Support is great because it means they turn to you as their first port of call once the client relationship is establish. The client says, “Call that computer guy. He normally deals with this sort of thing and he knows our systems as well.” Now you may have some knowledge about their systems, you may not. That doesn’t matter. What does matter is the client’s perception of things.
Get in the door here and they will nearly always call you back somewhere down the line.
Money-spinner #5: Website design
Since the internets meteoric rise, there has been a proliferation of website designers, all competing for a this gigantic market. The competition is fierce so be warned! However, if you have good skills in html, website design, WordPress and the like, it could be a good avenue for you to explore.
If you are targeting the small business users with your web design services, you can rapidly create decent looking websites using a WordPress framework. These are highly efficient themes that help you build professional looking websites without having to be a skilled html programmer. Recommended themes include:
Alternatively, for a cheap and cheerful solution, you can use prebuilt template pages that really only need you to add content, apart from a few tweaks here and there.
Money-spinner #6: Network Specialist
Most businesses with several employees have networked computers. And networks are always going wrong. This is a great for you, the specialist!
The opportunities here are setting up a network, adding new PC’s to the network, altering the configuration of the existing network and troubleshooting problems when the network goes down. Also, you might have administrative tasks to do, such as adding users, changing user permissions and doing software upgrades.
I tell you, if I had a penny for every time a network goes down… It’s a great ongoing money-spinner and many smaller businesses seem to think that if you can set-up a network you can do anything IT related. Consequently, they offer you all sorts of additional work completely unrelated to networking.
Typical career titles in this area include Networkd Administrator, Network Analyst and Network Engineer.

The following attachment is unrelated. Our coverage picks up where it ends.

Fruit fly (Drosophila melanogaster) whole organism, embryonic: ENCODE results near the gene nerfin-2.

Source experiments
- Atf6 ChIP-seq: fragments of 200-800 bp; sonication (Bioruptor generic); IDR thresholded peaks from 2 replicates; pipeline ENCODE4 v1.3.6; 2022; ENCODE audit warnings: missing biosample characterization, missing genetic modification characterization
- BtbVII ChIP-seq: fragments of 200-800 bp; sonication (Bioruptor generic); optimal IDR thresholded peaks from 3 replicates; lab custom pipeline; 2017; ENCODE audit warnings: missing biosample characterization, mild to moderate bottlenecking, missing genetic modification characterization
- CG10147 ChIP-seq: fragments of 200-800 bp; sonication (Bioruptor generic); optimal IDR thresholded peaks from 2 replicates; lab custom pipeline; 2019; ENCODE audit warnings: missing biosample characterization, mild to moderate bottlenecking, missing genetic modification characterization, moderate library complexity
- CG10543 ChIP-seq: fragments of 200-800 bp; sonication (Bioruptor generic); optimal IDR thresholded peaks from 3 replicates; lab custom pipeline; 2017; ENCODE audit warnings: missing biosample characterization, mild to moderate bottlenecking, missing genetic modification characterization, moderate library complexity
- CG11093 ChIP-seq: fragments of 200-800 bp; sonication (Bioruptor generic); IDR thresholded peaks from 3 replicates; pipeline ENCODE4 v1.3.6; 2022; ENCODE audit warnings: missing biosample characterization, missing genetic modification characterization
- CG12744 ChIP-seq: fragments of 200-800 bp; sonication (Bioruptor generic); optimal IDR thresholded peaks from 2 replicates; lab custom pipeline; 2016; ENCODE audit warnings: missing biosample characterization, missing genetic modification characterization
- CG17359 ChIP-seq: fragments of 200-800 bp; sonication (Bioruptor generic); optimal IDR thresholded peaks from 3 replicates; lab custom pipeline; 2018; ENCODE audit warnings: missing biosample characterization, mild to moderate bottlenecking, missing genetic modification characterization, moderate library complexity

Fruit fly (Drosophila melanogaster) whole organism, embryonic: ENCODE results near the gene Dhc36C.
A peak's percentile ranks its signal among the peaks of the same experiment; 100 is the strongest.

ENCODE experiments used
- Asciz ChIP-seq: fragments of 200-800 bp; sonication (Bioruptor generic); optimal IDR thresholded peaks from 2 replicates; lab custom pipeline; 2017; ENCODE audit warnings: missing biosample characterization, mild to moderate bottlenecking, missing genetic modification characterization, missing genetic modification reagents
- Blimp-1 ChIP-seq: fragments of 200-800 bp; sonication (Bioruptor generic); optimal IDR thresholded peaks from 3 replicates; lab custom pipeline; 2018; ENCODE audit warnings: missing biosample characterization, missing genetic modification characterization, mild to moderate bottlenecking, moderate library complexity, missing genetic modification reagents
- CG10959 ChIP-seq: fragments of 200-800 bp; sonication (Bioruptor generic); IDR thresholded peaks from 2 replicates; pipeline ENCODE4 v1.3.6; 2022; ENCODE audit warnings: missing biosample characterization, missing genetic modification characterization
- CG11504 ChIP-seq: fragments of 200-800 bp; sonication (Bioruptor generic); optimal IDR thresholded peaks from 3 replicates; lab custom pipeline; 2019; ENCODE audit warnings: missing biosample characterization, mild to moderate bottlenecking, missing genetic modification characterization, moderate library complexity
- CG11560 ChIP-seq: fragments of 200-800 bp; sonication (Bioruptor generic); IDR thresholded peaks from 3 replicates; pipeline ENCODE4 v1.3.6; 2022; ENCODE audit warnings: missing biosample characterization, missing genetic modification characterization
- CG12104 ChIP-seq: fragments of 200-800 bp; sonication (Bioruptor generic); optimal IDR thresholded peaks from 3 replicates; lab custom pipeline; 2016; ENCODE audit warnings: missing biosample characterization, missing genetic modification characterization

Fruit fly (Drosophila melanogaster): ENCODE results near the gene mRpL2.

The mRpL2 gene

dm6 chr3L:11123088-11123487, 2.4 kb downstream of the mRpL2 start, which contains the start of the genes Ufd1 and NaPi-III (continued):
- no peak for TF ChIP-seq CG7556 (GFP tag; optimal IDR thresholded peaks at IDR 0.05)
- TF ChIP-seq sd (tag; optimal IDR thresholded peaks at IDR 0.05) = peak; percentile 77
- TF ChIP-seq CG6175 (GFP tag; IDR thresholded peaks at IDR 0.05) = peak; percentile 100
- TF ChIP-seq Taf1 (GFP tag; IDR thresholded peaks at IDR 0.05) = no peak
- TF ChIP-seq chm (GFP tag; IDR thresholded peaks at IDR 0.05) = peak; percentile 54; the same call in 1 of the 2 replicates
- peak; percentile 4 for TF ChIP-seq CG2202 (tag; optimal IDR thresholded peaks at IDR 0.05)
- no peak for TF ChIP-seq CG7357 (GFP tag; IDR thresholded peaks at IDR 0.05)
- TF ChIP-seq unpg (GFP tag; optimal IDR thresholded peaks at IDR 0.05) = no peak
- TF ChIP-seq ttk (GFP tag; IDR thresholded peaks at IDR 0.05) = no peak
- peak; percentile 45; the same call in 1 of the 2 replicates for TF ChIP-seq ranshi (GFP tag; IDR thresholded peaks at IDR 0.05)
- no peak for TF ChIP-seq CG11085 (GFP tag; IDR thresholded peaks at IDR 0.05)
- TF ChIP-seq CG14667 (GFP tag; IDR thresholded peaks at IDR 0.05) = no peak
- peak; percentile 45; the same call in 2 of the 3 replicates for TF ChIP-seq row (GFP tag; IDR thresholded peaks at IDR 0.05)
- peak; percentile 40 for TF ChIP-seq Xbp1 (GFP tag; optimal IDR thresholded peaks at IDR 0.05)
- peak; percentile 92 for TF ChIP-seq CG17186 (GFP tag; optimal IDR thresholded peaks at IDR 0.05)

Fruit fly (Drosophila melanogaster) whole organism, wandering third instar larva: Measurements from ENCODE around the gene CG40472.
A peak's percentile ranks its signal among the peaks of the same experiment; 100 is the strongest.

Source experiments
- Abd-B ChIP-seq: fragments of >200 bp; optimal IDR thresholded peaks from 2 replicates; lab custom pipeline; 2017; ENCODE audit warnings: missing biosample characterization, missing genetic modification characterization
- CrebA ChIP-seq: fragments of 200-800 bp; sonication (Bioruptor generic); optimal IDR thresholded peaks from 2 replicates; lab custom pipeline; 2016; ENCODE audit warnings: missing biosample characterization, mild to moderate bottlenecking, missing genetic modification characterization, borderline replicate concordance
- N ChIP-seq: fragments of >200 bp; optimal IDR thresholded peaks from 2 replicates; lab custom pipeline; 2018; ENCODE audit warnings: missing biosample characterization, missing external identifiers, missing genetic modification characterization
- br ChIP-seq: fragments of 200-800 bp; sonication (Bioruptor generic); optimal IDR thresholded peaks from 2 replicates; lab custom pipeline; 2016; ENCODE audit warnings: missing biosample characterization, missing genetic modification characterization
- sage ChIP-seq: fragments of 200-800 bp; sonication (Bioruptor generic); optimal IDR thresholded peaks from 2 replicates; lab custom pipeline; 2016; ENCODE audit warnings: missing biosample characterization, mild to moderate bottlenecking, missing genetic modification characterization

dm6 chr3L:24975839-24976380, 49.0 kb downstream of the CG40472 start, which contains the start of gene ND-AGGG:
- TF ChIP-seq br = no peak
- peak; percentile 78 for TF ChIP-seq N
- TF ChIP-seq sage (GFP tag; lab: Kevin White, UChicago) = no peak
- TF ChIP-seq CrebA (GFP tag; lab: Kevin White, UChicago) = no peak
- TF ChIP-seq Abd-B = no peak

Money-spinner #7: Installing peripherals & software
Installations can be a painless affair but oftentimes you will hit problems. This can arise because the software you install has a knock-on effect on another bit of software. You end up chasing your tail to finalise the fix. Its like a stack of dominoes, with one change causing something else to mess up. Nightmare! Also, sometimes the hardware is incompatible, is of the wrong sort or just wont fit!
The thought of installing hardware is terrifying for most people. Installing a bit of RAM would normally take me 10 minutes flat. But most don’t want to dare take the computer lid off. They have a fear of the computers insides!
The net result? Money for nothing. Particularly if you have a minimum charge of one hours work for a local client. You’re there for 10 minutes and then you’re off again. But the invoice is for one hour’s work. I used to come away with a nice smug feeling and took the rest of that hour off. Its so nice being paid well for short bits of work.
Money-spinner #8: Supplying hardware, software and peripherals
I’ve included this opportunity not so much for the profit you can make in supplying these items but for the doors it can open. Supplying parts themselves is unlikely to make you much money unless you do it in volume and on a large scale.
However, if you supply parts on the basis that you will install them, that’s a different story. You send them an “engineer” to install the supplied part at your normal billing rate. You make $2 on the part, $100 on the installation. You’ve also acquired a new client to add to you list, which your going to sell to regularly, right? Just keep in the back of your mind the “life-time value” this client might mean to you.
Money-spinner #9: Website promotion
What is the point in having a website if nobody goes to it? Companies often spend significant sums of money on creating a professionally designed website. Yet they often get next to no visitors. It ends up as an expensive waste.
Get people to that site for them so they can generate enquires and make sales! That’s what its all about, isn’t it? Show them how you can boost the number of daily visitors from 5 a day to 500 to 1000. Sell them the idea that you are an expert in this area. A whole Search Engine Optimisation industry has mushroomed from nothing, with intense competition everywhere. However, if you have a personal relationship with your client, the door is wide open for you to promote this add-on service.
Develop your skills in this area before you start to promote them. Or, outsource them to a third-party, with you taking a cut as the middle-man.
Granted, this is not really a computer consultancy type role, but clients often perceive things that way. They think its a technical task with complexity – which is it. However, since you deal with technical tasks they have the notion that you could also probably do this area too. The blurred role of the computer consultant can often spill over into many losely related areas.
Money-spinner #10: Generic Computer Consultancy
Sometimes a company just wants general advice. They don’t know what they don’t know but they do know they have a problem. With your extensive knowledge of the IT industry, they call you in to pick your brains. You are a resource of knowledge that can help them make sensible decisions and help them avoid making expensive mistakes.
Typical consultancy questions include:
- What type of computers should they buy?
- From where to buy?
- What software will do the job?
- How can they benefit from the internet?
The list is endless.
My charge rate for consultancy is generally higher than for the other areas because they are paying for my vast experience. This doesn’t come cheap but the payoff for them is large and so worth it.